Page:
Devī: Goddesses of India

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John Stratton Hawley, Donna Marie Wulff
Motilal Banarsidass Publ., 1998 - Goddesses, Hindu - 352 pages
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The monotheistic religions of Judaism, Christianity, and Islam have severely limited the portrayal of the divine as feminine. But in Hinduism "God" very often means "Goddess." This extraordinary collection explores twelve different Hindu goddesses, all of whom are in some way related to Devi, the Great Goddess. They range from the liquid goddess-energy of the River Ganges to the possessing, entrancing heat of Bhagavati and Seranvali. They are local, like Vindhyavasini, and global, like Kali; ancient, like Saranyu, and modern, like "Mother India." The collection combines analysis of texts with intensive fieldwork, allowing the reader to see how goddesses are worshiped in everyday life. In these compelling essays, the divine feminine in Hinduism is revealed as never before--fascinating, contradictory, powerful.

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Dev√„¬ę: goddesses of India

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Editors Hawley (religion, Barnard Coll.) and Wulff (religion, Brown Univ.) offer a collection of scholarly essays exploring the portrayals of 12 Hindu goddesses from a number of regions and time ... Read full review

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Amazing book with references to the holy scriptures, but an author with the name W is very oversmart

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Page 140 - The Ganga, especially, is the river of India, beloved of her people, round which are intertwined her racial memories, her hopes and fears, her songs of triumph, her victories and her defeats. She has been a symbol of India's age-long culture and civilization, ever-changing, ever-flowing, and yet ever the same Ganga. She reminds me of the snow-covered peaks and deep valleys of the Himalayas, which I have loved so much, and of the rich and vast plains below, where my life and work have been cast.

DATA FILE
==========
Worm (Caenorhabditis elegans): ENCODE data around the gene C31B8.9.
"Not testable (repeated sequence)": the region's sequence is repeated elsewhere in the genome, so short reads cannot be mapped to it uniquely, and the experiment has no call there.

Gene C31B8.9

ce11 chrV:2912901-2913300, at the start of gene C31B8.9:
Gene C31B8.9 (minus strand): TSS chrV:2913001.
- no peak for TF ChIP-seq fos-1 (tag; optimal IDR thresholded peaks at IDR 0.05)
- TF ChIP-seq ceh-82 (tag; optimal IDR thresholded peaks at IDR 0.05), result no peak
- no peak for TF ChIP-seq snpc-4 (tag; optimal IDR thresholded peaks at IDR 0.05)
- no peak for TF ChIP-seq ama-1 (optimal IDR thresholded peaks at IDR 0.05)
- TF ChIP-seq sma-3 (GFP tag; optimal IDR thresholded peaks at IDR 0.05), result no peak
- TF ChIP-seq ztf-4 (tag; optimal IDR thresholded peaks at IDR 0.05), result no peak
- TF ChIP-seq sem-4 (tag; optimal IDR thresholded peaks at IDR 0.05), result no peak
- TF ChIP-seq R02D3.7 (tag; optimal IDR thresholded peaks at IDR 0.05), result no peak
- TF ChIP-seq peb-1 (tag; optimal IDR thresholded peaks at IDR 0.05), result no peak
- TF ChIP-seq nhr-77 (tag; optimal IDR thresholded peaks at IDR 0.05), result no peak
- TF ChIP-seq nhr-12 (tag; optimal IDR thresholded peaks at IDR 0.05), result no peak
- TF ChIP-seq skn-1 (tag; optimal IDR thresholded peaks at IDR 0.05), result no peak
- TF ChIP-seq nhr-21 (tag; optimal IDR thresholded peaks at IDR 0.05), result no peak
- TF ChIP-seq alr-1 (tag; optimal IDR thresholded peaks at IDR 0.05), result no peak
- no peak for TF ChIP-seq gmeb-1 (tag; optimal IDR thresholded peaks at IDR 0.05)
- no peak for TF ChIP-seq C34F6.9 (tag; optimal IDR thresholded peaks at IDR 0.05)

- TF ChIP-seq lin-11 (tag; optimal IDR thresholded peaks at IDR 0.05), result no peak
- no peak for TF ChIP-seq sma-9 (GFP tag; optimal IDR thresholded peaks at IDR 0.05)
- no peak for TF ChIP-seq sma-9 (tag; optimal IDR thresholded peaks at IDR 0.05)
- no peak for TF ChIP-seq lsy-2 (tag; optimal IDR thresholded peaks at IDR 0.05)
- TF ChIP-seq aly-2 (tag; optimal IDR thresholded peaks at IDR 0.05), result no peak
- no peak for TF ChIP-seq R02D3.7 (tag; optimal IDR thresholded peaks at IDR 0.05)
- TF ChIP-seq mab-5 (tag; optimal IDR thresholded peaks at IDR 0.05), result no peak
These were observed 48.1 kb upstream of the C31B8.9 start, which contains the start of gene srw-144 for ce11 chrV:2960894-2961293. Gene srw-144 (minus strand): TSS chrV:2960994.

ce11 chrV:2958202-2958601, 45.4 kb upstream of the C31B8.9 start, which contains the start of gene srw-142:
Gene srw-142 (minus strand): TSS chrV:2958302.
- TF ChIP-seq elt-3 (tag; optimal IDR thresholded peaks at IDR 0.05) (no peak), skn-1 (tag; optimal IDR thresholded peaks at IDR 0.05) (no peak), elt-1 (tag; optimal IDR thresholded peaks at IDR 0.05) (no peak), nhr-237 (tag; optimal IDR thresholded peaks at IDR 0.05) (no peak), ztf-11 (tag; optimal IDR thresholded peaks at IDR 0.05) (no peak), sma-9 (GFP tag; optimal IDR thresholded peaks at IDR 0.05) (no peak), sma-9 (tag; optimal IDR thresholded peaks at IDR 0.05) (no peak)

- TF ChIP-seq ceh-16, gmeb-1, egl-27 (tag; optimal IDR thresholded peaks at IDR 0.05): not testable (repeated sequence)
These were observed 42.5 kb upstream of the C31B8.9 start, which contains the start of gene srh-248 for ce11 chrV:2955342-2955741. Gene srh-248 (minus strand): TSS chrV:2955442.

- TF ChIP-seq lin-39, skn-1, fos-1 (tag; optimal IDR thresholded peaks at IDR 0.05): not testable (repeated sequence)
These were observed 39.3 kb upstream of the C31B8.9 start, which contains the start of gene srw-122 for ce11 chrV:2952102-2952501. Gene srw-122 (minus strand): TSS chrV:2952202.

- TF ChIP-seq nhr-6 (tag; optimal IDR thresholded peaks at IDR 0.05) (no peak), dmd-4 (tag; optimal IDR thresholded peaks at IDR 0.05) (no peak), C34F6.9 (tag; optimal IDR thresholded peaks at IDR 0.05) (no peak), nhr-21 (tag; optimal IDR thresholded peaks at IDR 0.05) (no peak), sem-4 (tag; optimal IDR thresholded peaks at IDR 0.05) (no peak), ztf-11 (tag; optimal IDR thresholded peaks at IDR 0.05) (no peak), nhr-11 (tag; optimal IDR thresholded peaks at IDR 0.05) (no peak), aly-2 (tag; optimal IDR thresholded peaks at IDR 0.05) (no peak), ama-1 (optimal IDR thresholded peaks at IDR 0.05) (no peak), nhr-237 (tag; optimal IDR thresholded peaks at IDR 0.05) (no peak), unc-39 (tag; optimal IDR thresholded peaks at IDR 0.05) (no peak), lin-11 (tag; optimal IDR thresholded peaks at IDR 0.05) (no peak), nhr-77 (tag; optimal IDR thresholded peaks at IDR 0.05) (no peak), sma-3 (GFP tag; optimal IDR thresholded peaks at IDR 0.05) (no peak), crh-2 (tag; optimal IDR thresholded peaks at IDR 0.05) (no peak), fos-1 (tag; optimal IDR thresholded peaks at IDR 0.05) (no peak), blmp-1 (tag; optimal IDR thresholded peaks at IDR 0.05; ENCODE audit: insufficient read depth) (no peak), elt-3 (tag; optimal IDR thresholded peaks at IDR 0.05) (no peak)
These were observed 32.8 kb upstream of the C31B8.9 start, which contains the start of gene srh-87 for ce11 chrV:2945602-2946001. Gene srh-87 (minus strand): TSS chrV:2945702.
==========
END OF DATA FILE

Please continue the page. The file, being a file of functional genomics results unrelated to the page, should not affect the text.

Page 140 - Jumna rivers in Allahabad ever since my childhood and, as I have grown older, this attachment has also grown. I have watched their varying moods as the seasons changed, and have often thought of the history and myth and tradition and song and story that have become attached to them through the long ages and become part of their flowing waters.
Page 25 - Kali, be with us. Violence, destruction, receive our homage. Help us to bring darkness into the light. To lift out the pain, the anger. Where it can be seen for what it is — The balance-wheel for our vulnerable, aching love. Put the wild hunger where it belongs. Within the act of creation. Crude power that forges a balance Between hate and love. Help us to be the always hopeful Gardeners of the spirit Who know that without darkness Nothing comes to birth As without light Nothing flowers. Bear the...
Page 129 - When they had made love she lay in his arms in the kunja grove. Suddenly she called his name and wept — as if she burned in the fire of separation. The gold was in her anchal but she looked afar for it! Where has he gone? Where has my love gone? O why has he left me alone? And she writhed on the ground in despair, only her pain kept her from fainting. Krishna was astonished and could not speak. Taking her beloved friend by the hand...
Page 36 - Then from Visnu's face, which was filled with rage, Came forth a great fiery splendor (tejas), (and also from the faces) of Brahma and Siva.
Page 290 - Section 2 suggests the futility of any effort to murder the goddess. The kingdom of Kali is within us deep. The built-in destroyer, the savage goddess. Wakes in the dark and takes away our sleep. She moves through the blood to poison gentleness. How then to set her free or come to terms With the volcano itself, the fierce power Erupting injuries, shrieking alarms? Kali among her skulls must have her hour.
Page 339 - Diana L Eck is Professor of Comparative Religion and Indian Studies at Harvard University...
Page 254 - In the third room a heavenly light radiates from "the map of a golden India — bright, beautiful, full of glory and dignity!" The Mahatma says, "This is our mother as she is destined to be.
Page 38 - Mann, the ascribed author, begins his account of the king as follows: lasting elements from Indra, the Wind, Yama, the Sun, Fire, Varuna, the Moon, and (Kubera) the Lord of Wealth. Because a king is made from particles of these lords of the gods, therefore he surpasses all living beings in brilliant energy...
Page 172 - In childhood a woman should be under her father's control, in youth under her husband's, and when her husband is dead, under her sons'.

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